A tough economy hasn't soured the ambitions of Philly's restaurant scene just yet. In the last few months alone, these nine restaurants highlighted the emergence of bright young talents, new lives for old favorites, and at last, hope for good pizza:


623 S. Sixth St., 215-925-8000, www.bistrotlaminette.com.

This Queen Village French bistro has a neighborhood charm and handcrafted warmth, from the cheery red velvet banquettes and quirky Burgundian knickknack decor to the homemade bread. Chef-owner Peter Woolsey (ex-Striped Bass, Lucas Carton) indulges some intriguingly authentic bistro classics, many tasty, but inconsistent execution, especially with entrees still holds the kitchen back from its full potential. Reviewed Dec. 7.


1500 Walnut St., 215-732-4444, www.butcherandsinger.com.

A gilded bull has replaced the big fish in Stephen Starr's transformation of Striped Bass into a palace for luxury steaks with retro shtick. It actually works, from the tufted half-moon booths and plaid carpet to the superb prime meats and throwbacks like lobster thermidor and baked Alaska. The management can be intrusively chatty, but the hard sell isn't necessary to see that this grand space is now among the city's elite chophouses. Reviewed Feb. 15.


4367 Main St., Manayunk, 215-483-2750, www.jakesrestaurant.com.

Bruce Cooper turns to wood-fired gourmet pizzas, small plates, and a wine bar in this bustling annex to his contemporary standby, Jake's, and it's the ideal casual concept to keep both the high-end dining room and flagging Manayunk relevant. It can be too noisy, and weekend waits are long, but a deft blend of style and quality New American cooking reminds why Cooper has been one of the area's best for decades. Reviewed Dec. 14.


7136 Germantown Ave., Mount Airy, 215-242-6666, www.earthbreadbrewery.com.

Brewer Tom Baker and Peggy Zwerver have a winner with their funky new pizzeria and brewpub, a sprawling and casual bilevel space where the wood-fired oven, eccentric artisan beers, and earth-friendly mission are perfect for Mount Airy. The menu is limited (and the toppings need some work), but the affordable "flatbreads" are among the best of the city's new pizza generation. The Philly debut for Baker (formerly of central Jersey's Heavyweight Brewing) marks an important addition to the local beer scene. Reviewed Jan. 11.


600 Cathearine St., 215-413-3464, www.littlefishphilly.com.

The city's shrimpiest dining room has made a big splash with an all-seafood mission that has won surprising national accolades - and for good reason. Mike Stollenwerk, the latest owner-chef of this longtime BYO favorite, has taken the daily-changing menu to another level with top ingredients and contemporary ideas. It's a bit pricey given the sardinelikecramped quarters and occasional off dish. But the Sunday prix-fixe menus ($28 for five courses) are a bargain, and it's hard not to be charmed by the ambitions of this rising star chef. Reviewed Feb. 8.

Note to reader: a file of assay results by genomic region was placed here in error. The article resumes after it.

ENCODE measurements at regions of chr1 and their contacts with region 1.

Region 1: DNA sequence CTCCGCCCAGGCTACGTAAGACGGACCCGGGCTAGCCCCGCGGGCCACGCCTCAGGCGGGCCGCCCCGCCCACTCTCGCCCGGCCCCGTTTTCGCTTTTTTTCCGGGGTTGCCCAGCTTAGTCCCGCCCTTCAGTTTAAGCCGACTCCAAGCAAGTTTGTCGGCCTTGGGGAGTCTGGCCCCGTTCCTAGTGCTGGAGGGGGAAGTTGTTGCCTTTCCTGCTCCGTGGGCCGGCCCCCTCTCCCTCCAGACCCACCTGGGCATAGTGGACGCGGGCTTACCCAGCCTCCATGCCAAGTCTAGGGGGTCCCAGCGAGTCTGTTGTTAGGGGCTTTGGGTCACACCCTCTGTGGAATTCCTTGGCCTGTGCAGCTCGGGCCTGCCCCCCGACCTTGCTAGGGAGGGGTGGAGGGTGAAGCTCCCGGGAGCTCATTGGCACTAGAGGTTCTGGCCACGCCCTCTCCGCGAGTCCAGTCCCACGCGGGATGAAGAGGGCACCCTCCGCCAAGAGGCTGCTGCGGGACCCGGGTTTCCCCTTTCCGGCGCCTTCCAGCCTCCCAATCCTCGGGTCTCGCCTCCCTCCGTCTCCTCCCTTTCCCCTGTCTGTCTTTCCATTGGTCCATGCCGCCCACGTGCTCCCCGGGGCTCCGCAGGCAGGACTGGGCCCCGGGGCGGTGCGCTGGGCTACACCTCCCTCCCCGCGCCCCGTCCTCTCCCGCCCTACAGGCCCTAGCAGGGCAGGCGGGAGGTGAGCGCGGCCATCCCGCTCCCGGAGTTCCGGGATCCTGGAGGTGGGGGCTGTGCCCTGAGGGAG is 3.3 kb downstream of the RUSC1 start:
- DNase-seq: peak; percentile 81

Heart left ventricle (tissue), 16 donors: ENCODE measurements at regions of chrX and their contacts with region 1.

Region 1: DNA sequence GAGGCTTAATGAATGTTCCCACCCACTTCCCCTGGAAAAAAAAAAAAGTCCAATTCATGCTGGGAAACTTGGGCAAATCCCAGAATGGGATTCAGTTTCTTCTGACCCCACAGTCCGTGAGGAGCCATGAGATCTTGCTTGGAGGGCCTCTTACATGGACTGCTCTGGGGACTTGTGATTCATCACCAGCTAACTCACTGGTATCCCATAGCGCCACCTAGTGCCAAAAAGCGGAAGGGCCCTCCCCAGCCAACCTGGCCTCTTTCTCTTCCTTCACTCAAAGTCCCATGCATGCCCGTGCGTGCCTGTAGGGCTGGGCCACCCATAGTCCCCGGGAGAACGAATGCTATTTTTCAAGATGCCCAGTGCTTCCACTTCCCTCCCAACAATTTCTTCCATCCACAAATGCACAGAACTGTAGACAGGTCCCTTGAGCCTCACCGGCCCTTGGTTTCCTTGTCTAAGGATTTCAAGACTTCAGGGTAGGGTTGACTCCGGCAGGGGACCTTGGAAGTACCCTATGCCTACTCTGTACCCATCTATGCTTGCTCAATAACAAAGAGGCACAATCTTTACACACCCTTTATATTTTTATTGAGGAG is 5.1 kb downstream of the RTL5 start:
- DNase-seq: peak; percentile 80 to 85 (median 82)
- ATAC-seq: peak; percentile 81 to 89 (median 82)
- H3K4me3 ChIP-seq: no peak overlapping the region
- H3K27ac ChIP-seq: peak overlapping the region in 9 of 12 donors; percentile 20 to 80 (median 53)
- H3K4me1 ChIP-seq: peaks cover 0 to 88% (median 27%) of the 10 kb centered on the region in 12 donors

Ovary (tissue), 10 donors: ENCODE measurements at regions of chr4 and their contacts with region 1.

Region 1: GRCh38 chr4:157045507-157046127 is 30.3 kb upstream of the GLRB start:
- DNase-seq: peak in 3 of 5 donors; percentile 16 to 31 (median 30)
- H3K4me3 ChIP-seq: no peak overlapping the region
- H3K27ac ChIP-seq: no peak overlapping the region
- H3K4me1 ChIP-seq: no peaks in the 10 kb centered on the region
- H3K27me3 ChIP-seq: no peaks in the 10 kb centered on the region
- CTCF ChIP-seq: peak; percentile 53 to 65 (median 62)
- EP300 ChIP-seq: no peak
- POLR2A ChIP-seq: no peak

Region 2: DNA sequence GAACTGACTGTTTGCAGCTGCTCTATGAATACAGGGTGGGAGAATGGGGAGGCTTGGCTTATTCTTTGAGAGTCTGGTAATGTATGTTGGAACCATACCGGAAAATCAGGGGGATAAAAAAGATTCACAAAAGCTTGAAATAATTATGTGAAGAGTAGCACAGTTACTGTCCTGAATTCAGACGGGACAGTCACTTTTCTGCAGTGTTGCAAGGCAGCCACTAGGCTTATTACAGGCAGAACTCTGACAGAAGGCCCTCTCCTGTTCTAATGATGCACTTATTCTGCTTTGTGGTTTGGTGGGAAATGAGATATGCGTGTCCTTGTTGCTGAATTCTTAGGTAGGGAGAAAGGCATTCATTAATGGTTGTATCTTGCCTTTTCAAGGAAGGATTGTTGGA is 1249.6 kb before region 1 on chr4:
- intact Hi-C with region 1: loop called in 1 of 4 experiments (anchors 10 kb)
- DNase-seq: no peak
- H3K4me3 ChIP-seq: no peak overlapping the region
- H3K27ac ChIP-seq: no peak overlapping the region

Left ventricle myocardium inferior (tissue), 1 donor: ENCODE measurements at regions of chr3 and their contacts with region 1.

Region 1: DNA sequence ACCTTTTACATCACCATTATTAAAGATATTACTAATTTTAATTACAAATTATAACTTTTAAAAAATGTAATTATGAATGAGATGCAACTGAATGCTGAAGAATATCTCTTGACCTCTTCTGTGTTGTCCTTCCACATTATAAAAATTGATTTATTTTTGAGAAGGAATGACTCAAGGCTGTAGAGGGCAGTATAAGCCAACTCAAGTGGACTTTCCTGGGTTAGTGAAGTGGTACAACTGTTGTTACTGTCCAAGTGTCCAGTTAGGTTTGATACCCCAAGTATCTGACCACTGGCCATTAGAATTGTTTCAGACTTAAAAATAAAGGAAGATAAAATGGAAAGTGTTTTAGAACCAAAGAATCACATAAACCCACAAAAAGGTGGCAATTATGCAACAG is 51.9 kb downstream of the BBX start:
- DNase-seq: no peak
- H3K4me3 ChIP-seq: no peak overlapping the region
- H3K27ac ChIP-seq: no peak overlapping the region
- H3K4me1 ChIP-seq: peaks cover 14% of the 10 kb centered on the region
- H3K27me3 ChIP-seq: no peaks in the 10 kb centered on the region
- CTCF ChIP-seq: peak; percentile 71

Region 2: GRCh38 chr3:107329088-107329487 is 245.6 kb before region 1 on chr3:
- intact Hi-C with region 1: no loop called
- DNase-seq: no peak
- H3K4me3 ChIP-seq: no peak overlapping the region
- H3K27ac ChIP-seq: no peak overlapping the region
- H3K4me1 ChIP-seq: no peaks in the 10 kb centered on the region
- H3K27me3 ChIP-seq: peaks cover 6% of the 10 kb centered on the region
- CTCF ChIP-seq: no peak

2 Powell Lane (at Haddon Ave.), Collingswood, 856-854-4500, www.restaurantlobianco.com.

Nick and Stephanie LoBianco have transplanted their longtime Margate eatery to a pleasant storefront bistro in downtown Collingswood, where the New American menu adds a welcome note of variety to a scene with mostly Italian on the menu. The service is warm and personal, the ambience is neighborhood casual, and while the food may not be overly inventive, the flavors are well-wrought with good ingredients and solid cooking. Reviewed Nov. 3.


2012 Sansom St., 215-875-8116

The recent move to a larger space hasn't dimmed the magic of the city's best Italian BYOB. If anything, the long and lively rustic space has only improved the trattoria, allowing Roman-born chef-owner Gianluca Demontis to begin taking a few more risks, adding gutsy new dishes like snail-porcini soup and sea-flavored carbonarato an already stellar repertoire of deceptively simple but well-crafted classics. Reviewed Jan. 18.


2201 Spruce St., 215-735-4900, www.memerestaurant.com.

Rising star chef David Katz has transformed the charmed corner nook of the former Melograno into a lively showcase for vividly redefined rustic French flavors. A small seasonal menu focused on great ingredients, sharing-sized portions, and sharp technique produced memorable takes on standards like roast chicken. With a little time to smooth some service wrinkles and adjust to its new liquor license, it may be ready for the next level. Reviewed Feb. 1.


1946 Lombard St., 215-545-0350, www.thepubandkitchen.com.

The gastropub craze takes a "pabbit" leap forward with this lively rehab of the former Chaucer's, where Rittenhousers, Penn students and scenesters brave the noise and long waits for Jonathan McDonald's fresh take on pub fare. Inspired by rustic British cookery instead of his previous affinity for molecular gastronomy, McDonald's menu has unique highlights, from whitefish "roll-mops" to burgers with house-cured bacon and the definitive fish and chips, but more focus and consistency will help the "P & K" reach its considerable promise. The beer program should also improve a notch. But the power of the "pabbit," the pub's ubiquitous logo of a mythical rabbit-eared pig, is hard to resist. Reviewed Dec. 21.